Both PSP and WP have also asked for a larger share of the NIR of the financial reserves to be allocated to the yearly budget instead of raising taxes. Currently, 50% of the NIR is allocated to the budget as an NIRC. WP has suggested to increase the share of the NIR are from 50% to 60% for the NIRC.

 The Government has rejected all these proposals and continues that adhere to its stance that the allocation of 50% of NIR as NRIC to the budget is fair for both the present and future generations. This brings us to the very pertinent question which is whether present-day Singaporeans are really enjoying the full benefit of the NRIC.

 Upon deeper examination of our budgetary policies, we can see that not every dollar spent in the budget has been used on spending in the current year for the benefit of Singaporeans. Part of the budget goes towards the endowment and trust funds for future spending and another part goes towards making up the HDB’s deficit from land cost which goes to the reserves. This is equivalent to not enjoying the full benefits of the NIRC during the current year.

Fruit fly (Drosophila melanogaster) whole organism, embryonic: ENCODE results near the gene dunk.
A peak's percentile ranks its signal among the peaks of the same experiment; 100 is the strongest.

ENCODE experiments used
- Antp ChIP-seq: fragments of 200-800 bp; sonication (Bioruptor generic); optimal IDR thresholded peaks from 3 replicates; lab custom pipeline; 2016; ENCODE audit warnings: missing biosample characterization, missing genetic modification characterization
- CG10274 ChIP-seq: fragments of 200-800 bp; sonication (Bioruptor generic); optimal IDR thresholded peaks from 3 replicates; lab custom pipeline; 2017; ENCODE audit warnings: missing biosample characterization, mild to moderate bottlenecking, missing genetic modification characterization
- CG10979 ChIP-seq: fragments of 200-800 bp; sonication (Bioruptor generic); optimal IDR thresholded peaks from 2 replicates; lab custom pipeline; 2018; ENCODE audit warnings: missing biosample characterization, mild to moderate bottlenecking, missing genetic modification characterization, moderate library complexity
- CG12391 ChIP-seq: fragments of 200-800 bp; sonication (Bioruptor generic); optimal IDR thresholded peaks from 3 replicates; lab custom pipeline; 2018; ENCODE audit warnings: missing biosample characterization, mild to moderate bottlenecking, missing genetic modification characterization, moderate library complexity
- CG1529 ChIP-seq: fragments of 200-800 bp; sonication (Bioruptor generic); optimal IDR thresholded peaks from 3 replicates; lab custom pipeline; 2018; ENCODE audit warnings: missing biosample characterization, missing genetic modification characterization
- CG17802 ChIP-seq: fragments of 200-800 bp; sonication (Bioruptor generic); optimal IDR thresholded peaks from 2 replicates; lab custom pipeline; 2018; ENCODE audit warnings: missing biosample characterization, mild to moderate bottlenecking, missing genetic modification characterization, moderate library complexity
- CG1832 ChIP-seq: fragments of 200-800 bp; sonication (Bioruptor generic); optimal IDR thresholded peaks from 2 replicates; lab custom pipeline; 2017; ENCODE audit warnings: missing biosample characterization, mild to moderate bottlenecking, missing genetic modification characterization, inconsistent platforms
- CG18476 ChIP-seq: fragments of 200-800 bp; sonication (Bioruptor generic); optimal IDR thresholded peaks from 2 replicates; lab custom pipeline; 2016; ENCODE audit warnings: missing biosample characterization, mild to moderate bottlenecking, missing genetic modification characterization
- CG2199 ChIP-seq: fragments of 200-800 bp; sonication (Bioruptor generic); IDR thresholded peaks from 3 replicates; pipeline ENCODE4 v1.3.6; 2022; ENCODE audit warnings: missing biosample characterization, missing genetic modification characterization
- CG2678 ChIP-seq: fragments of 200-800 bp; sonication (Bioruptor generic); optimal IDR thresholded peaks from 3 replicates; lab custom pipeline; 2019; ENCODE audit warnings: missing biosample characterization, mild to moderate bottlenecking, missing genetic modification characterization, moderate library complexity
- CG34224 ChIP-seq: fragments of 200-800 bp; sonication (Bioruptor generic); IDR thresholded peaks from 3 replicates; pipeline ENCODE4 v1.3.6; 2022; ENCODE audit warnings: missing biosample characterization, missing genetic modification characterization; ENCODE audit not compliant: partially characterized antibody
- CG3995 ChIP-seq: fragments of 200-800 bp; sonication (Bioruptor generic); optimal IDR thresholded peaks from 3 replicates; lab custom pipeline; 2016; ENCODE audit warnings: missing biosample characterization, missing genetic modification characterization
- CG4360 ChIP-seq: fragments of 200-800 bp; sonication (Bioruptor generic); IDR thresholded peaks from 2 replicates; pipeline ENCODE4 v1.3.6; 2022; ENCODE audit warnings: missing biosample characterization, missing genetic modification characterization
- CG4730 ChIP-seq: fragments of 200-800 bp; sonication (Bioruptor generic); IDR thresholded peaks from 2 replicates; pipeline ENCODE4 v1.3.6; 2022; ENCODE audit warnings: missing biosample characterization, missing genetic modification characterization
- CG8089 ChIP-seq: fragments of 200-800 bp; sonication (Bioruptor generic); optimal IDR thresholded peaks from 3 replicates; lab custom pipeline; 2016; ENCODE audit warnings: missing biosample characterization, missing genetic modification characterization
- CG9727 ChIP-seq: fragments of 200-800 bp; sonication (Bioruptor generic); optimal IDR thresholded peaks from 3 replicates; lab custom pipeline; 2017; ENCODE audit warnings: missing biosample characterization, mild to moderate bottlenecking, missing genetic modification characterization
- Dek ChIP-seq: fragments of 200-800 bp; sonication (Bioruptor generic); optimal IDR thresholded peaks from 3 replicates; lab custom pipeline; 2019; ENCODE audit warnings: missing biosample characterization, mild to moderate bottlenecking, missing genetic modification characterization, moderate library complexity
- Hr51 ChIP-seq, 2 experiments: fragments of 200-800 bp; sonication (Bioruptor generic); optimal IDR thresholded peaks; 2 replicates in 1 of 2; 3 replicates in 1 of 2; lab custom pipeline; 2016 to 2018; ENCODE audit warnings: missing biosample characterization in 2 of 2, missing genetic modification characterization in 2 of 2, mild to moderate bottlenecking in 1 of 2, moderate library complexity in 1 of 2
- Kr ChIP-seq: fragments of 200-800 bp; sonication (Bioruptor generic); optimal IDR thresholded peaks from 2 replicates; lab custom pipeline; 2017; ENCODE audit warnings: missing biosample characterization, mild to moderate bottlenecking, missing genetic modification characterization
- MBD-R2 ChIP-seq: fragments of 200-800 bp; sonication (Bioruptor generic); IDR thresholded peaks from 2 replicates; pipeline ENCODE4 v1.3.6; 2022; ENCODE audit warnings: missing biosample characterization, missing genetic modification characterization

Let me first explain in more detail the contributions to the endowment and trust funds. The Government has said that the budget is in deficit and will continue to be so because of the increasing expenditure for the ageing population. However, is the budget really in structural deficit? Our budget has about $100 billion in operating revenues which does not include the NIRC. Total expenditures which include both operating and development expenditures slightly exceeds the operating revenues by about $3 billion to $5 billion. So, the budget should be in a big surplus after taking in the NIRC which is $23.5 billion in fiscal year 2023.

 However, a deficit is normally reported in the overall budget because the Government transfers a large part of the surplus budget resources arising from the NRIC each year to many endowment and trust funds there are intended to fund long-term spending.